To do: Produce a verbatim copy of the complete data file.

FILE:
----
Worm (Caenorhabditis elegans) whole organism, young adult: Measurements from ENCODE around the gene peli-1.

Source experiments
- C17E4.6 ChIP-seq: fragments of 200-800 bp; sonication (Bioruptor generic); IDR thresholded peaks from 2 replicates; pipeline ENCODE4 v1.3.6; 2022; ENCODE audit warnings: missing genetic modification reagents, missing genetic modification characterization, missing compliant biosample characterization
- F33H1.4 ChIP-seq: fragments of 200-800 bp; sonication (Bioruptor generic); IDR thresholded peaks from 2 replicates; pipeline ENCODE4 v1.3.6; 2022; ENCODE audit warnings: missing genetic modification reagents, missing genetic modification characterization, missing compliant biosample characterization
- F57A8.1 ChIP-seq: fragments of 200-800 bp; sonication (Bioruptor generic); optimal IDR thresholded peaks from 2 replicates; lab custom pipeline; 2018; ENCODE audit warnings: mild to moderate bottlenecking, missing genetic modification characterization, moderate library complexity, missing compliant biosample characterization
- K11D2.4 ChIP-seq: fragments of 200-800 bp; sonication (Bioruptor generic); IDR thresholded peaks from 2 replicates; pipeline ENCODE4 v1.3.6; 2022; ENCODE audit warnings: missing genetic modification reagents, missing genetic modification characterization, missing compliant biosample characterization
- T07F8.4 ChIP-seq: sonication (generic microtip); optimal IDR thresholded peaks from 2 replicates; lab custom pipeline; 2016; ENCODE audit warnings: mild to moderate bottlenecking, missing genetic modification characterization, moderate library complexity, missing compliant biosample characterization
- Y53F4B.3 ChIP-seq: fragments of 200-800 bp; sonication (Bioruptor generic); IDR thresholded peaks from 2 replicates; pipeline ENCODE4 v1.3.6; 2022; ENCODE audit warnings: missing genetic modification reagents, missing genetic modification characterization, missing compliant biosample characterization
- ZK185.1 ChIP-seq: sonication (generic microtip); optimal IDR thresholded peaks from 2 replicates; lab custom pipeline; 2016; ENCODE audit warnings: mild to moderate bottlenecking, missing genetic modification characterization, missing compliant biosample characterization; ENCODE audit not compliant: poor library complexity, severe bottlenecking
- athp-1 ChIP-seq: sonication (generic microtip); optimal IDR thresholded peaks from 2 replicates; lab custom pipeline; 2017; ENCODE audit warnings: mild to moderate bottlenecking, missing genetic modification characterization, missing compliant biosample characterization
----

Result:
Worm (Caenorhabditis elegans) whole organism, young adult: Measurements from ENCODE around the gene peli-1.

Source experiments
- C17E4.6 ChIP-seq: fragments of 200-800 bp; sonication (Bioruptor generic); IDR thresholded peaks from 2 replicates; pipeline ENCODE4 v1.3.6; 2022; ENCODE audit warnings: missing genetic modification reagents, missing genetic modification characterization, missing compliant biosample characterization
- F33H1.4 ChIP-seq: fragments of 200-800 bp; sonication (Bioruptor generic); IDR thresholded peaks from 2 replicates; pipeline ENCODE4 v1.3.6; 2022; ENCODE audit warnings: missing genetic modification reagents, missing genetic modification characterization, missing compliant biosample characterization
- F57A8.1 ChIP-seq: fragments of 200-800 bp; sonication (Bioruptor generic); optimal IDR thresholded peaks from 2 replicates; lab custom pipeline; 2018; ENCODE audit warnings: mild to moderate bottlenecking, missing genetic modification characterization, moderate library complexity, missing compliant biosample characterization
- K11D2.4 ChIP-seq: fragments of 200-800 bp; sonication (Bioruptor generic); IDR thresholded peaks from 2 replicates; pipeline ENCODE4 v1.3.6; 2022; ENCODE audit warnings: missing genetic modification reagents, missing genetic modification characterization, missing compliant biosample characterization
- T07F8.4 ChIP-seq: sonication (generic microtip); optimal IDR thresholded peaks from 2 replicates; lab custom pipeline; 2016; ENCODE audit warnings: mild to moderate bottlenecking, missing genetic modification characterization, moderate library complexity, missing compliant biosample characterization
- Y53F4B.3 ChIP-seq: fragments of 200-800 bp; sonication (Bioruptor generic); IDR thresholded peaks from 2 replicates; pipeline ENCODE4 v1.3.6; 2022; ENCODE audit warnings: missing genetic modification reagents, missing genetic modification characterization, missing compliant biosample characterization
- ZK185.1 ChIP-seq: sonication (generic microtip); optimal IDR thresholded peaks from 2 replicates; lab custom pipeline; 2016; ENCODE audit warnings: mild to moderate bottlenecking, missing genetic modification characterization, missing compliant biosample characterization; ENCODE audit not compliant: poor library complexity, severe bottlenecking
- athp-1 ChIP-seq: sonication (generic microtip); optimal IDR thresholded peaks from 2 replicates; lab custom pipeline; 2017; ENCODE audit warnings: mild to moderate bottlenecking, missing genetic modification characterization, missing compliant biosample characterization